Ash Wednesday falls on 17 February and heralds the beginning of Lent 2021.  This year Knock Shrine will host a new series of online discussions to help engage Christians during Lent, under the title ‘Living Christian Faith – Lenten Conversations’.

What nurtures our faith and what challenges it today?

Where do we find hope and joy in our lives?

How can our faith build mental strength, wellbeing and resilience?

How has the Covid pandemic impacted upon our faith? 

These are just some of the questions that will be explored over the 6 weeks of Lent during a new series of online discussions on the topic of ‘Living Christian Faith’. Faith Renewal at Knock Shrine is all about reaching out to people. This will open a conversation on contemporary issues of faith and church life.

Chaired by Father Eamonn Conway DD, Priest in Tuam diocese and Professor of Theology at Mary Immaculate College, the conversations will explore a different theme each week and guest speakers will discuss some of the important questions we all face in living out our faith.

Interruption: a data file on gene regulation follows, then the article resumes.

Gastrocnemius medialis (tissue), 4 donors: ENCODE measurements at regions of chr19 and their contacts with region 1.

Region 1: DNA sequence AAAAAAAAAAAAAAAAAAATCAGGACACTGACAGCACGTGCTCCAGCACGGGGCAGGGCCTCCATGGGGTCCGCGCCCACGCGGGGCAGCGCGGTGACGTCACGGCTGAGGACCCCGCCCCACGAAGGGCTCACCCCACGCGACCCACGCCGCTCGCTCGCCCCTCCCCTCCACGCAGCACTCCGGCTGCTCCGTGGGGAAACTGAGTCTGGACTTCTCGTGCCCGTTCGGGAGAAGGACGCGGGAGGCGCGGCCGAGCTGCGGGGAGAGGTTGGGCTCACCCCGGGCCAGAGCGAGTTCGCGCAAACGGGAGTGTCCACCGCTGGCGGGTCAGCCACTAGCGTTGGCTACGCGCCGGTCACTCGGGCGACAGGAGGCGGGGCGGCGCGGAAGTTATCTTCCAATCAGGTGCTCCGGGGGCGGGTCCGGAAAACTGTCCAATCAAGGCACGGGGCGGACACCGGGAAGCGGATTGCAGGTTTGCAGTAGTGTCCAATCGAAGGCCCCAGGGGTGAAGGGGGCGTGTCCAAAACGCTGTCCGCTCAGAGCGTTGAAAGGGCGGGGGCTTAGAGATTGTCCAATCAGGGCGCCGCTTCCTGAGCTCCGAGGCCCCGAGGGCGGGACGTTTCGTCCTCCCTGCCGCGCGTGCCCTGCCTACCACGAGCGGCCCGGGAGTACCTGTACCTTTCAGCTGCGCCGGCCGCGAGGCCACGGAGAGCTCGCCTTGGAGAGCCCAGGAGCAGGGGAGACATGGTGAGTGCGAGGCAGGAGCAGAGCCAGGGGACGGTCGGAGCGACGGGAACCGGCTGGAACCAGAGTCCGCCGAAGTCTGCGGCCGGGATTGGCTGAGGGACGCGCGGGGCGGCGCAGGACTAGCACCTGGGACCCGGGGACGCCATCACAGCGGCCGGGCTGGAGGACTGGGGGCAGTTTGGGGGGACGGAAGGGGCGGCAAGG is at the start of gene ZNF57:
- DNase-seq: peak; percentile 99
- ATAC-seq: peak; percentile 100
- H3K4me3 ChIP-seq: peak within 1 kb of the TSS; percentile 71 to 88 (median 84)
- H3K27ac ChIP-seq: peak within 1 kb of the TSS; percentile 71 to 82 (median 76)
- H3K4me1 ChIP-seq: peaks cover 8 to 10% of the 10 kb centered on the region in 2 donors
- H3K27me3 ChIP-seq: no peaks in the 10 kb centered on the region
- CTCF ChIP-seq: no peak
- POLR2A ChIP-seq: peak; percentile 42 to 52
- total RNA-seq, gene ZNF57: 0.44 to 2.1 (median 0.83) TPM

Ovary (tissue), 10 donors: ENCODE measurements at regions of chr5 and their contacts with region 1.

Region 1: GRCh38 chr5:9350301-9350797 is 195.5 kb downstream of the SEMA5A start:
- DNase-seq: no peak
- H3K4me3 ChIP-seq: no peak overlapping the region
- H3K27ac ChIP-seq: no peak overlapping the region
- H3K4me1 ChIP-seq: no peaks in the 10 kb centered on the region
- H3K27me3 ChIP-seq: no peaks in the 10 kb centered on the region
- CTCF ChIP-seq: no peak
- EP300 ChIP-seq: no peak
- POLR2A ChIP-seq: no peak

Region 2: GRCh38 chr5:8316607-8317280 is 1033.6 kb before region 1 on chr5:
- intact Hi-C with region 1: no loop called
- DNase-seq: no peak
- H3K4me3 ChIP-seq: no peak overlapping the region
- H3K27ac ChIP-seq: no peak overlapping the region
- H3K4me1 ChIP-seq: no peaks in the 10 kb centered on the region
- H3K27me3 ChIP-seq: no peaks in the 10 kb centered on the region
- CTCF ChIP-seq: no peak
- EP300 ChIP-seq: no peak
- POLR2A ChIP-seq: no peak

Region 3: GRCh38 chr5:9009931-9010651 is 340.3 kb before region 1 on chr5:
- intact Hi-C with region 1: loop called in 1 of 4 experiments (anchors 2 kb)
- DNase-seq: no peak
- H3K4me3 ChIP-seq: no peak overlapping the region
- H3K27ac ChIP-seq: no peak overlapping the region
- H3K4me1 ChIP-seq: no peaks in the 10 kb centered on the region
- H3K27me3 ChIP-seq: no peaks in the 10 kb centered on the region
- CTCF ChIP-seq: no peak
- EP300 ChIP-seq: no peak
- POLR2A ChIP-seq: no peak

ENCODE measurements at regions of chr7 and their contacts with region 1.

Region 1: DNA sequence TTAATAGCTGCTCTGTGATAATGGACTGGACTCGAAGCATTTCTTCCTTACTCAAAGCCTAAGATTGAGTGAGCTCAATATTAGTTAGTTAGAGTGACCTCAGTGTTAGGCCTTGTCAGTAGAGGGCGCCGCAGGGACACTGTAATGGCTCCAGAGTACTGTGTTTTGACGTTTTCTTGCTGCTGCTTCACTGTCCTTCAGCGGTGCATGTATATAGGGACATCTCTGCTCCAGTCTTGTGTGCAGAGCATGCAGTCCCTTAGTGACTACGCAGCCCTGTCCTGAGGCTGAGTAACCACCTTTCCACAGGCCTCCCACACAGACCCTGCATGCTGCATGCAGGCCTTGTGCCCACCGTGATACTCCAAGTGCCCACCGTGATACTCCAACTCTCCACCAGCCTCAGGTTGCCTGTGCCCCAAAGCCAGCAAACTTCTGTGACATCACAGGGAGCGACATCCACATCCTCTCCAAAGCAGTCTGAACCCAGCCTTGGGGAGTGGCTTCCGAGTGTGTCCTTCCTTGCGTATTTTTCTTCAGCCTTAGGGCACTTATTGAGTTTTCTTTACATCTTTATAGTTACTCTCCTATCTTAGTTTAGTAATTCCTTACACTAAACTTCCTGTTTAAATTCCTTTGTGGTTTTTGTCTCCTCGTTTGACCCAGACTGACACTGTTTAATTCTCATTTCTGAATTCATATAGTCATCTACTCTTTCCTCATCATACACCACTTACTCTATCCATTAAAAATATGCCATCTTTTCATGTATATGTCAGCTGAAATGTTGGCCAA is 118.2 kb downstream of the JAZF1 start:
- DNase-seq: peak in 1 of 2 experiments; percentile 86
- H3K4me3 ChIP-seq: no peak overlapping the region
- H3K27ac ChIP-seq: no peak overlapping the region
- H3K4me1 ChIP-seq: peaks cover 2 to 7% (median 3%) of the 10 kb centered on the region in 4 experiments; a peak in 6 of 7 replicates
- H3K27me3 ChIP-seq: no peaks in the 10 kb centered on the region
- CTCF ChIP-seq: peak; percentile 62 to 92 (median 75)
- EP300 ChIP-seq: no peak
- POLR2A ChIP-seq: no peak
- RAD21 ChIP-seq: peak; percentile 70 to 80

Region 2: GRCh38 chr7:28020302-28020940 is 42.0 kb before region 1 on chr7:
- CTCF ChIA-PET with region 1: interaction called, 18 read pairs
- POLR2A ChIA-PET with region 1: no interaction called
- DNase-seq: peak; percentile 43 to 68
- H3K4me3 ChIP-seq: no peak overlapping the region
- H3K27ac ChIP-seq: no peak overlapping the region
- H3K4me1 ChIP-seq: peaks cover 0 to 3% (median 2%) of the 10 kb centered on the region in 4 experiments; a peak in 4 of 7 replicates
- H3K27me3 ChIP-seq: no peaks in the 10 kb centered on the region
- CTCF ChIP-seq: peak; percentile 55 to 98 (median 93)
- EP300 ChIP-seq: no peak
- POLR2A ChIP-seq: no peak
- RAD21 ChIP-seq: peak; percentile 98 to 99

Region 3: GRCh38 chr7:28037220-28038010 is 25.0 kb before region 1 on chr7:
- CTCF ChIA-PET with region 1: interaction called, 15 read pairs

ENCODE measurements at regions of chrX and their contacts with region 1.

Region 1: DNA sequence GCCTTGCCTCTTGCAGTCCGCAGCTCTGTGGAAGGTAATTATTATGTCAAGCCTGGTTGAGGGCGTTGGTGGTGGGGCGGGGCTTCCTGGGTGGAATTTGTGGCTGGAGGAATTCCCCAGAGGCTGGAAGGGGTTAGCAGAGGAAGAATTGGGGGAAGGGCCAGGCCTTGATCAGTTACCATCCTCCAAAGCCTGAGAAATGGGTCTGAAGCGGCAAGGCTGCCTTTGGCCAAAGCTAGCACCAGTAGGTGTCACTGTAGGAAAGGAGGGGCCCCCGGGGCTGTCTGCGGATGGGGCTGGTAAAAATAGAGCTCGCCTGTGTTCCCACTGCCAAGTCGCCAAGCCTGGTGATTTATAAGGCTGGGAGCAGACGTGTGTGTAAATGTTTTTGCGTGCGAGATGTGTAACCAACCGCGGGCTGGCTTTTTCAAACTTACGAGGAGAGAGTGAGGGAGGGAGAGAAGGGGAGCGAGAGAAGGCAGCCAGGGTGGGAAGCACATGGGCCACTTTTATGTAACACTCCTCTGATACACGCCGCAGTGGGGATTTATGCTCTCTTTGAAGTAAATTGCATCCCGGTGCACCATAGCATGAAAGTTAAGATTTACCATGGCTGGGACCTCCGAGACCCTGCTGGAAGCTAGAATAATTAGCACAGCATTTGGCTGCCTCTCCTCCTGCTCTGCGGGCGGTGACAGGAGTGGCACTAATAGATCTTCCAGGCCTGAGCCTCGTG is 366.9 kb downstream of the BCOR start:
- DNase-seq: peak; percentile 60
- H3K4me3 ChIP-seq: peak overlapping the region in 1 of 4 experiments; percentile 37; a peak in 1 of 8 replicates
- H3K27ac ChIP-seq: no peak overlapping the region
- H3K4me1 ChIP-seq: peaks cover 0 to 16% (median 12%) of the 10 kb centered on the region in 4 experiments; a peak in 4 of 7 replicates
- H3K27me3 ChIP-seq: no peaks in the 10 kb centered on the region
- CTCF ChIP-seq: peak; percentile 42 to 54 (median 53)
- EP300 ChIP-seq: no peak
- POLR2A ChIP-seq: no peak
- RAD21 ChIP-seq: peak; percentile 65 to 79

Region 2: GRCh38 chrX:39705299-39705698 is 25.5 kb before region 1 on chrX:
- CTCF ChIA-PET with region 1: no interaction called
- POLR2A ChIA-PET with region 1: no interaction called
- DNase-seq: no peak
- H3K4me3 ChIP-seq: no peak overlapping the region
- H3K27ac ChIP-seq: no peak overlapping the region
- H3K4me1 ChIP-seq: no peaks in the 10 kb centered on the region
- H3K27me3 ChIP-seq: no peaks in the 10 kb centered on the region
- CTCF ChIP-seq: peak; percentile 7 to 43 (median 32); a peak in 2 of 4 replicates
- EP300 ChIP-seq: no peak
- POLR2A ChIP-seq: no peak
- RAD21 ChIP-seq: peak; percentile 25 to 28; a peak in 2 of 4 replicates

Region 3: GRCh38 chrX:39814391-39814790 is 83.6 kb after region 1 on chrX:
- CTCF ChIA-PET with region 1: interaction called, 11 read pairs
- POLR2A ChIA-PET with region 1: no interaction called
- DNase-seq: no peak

The discussions will be streamed online via the Knock Shrine website offering people from all over the world the opportunity to engage in relevant topics and to hear from a range of people, from those in public life such as Baroness Nuala O’Loan and Senator Ronan Mullen to groups of young teachers and members of the clergy.

Thursday 18 February Living Christian Faith in the Family’                  
Saint John Paul spoke about how the future of humanity passes by way of the family. Patrick and Linda Treacy, who have four children and run a centre for domestic spirituality called Integritas from their home, will speak about the joys and challenges of living Christian Faith as a family today. 

Thursday 25 February ‘Living Christian Faith as Young Adults’